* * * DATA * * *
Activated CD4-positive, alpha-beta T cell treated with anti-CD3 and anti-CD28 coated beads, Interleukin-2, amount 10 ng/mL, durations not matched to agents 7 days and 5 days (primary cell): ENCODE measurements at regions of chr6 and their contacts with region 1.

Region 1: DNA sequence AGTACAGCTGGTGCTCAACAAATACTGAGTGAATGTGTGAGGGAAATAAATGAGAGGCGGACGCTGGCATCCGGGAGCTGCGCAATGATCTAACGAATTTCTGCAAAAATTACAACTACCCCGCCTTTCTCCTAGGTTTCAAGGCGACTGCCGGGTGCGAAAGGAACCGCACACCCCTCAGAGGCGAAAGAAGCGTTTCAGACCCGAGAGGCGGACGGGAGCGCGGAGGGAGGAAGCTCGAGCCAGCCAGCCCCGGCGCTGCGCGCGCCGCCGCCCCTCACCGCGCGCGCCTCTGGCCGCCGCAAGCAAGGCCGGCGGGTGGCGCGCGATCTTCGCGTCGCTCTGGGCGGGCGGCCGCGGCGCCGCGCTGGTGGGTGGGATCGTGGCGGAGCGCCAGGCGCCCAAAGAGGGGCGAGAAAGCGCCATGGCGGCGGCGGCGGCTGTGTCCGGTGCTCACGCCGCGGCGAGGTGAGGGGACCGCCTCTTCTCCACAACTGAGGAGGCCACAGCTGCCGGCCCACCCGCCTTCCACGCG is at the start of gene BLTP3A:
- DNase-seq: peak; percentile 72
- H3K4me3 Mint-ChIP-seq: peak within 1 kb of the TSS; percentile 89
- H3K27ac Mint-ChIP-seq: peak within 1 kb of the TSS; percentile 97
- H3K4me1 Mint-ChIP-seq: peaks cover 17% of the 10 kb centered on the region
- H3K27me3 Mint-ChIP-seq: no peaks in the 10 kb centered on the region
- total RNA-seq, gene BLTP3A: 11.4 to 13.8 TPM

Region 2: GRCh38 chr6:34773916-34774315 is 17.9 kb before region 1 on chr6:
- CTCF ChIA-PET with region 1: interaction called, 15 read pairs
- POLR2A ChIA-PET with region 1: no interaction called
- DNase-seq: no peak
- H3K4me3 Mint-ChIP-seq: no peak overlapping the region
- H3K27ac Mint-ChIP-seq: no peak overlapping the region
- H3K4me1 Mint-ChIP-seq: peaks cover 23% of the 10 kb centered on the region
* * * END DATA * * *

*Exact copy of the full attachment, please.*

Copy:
Activated CD4-positive, alpha-beta T cell treated with anti-CD3 and anti-CD28 coated beads, Interleukin-2, amount 10 ng/mL, durations not matched to agents 7 days and 5 days (primary cell): ENCODE measurements at regions of chr6 and their contacts with region 1.

Region 1: DNA sequence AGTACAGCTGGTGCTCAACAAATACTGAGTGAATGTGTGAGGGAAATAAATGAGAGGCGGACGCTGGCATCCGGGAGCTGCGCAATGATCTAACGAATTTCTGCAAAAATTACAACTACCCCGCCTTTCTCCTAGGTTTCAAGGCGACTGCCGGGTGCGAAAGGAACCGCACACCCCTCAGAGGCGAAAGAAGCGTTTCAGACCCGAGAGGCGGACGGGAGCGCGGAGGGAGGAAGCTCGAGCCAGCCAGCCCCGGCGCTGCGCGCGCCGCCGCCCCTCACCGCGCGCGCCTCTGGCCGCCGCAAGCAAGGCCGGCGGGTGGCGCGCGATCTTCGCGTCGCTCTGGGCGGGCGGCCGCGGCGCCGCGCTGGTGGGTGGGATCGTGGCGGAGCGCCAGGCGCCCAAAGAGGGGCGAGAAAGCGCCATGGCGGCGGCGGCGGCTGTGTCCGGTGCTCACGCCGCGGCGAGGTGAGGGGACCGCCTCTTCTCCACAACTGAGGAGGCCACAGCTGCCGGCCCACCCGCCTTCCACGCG is at the start of gene BLTP3A:
- DNase-seq: peak; percentile 72
- H3K4me3 Mint-ChIP-seq: peak within 1 kb of the TSS; percentile 89
- H3K27ac Mint-ChIP-seq: peak within 1 kb of the TSS; percentile 97
- H3K4me1 Mint-ChIP-seq: peaks cover 17% of the 10 kb centered on the region
- H3K27me3 Mint-ChIP-seq: no peaks in the 10 kb centered on the region
- total RNA-seq, gene BLTP3A: 11.4 to 13.8 TPM

Region 2: GRCh38 chr6:34773916-34774315 is 17.9 kb before region 1 on chr6:
- CTCF ChIA-PET with region 1: interaction called, 15 read pairs
- POLR2A ChIA-PET with region 1: no interaction called
- DNase-seq: no peak
- H3K4me3 Mint-ChIP-seq: no peak overlapping the region
- H3K27ac Mint-ChIP-seq: no peak overlapping the region
- H3K4me1 Mint-ChIP-seq: peaks cover 23% of the 10 kb centered on the region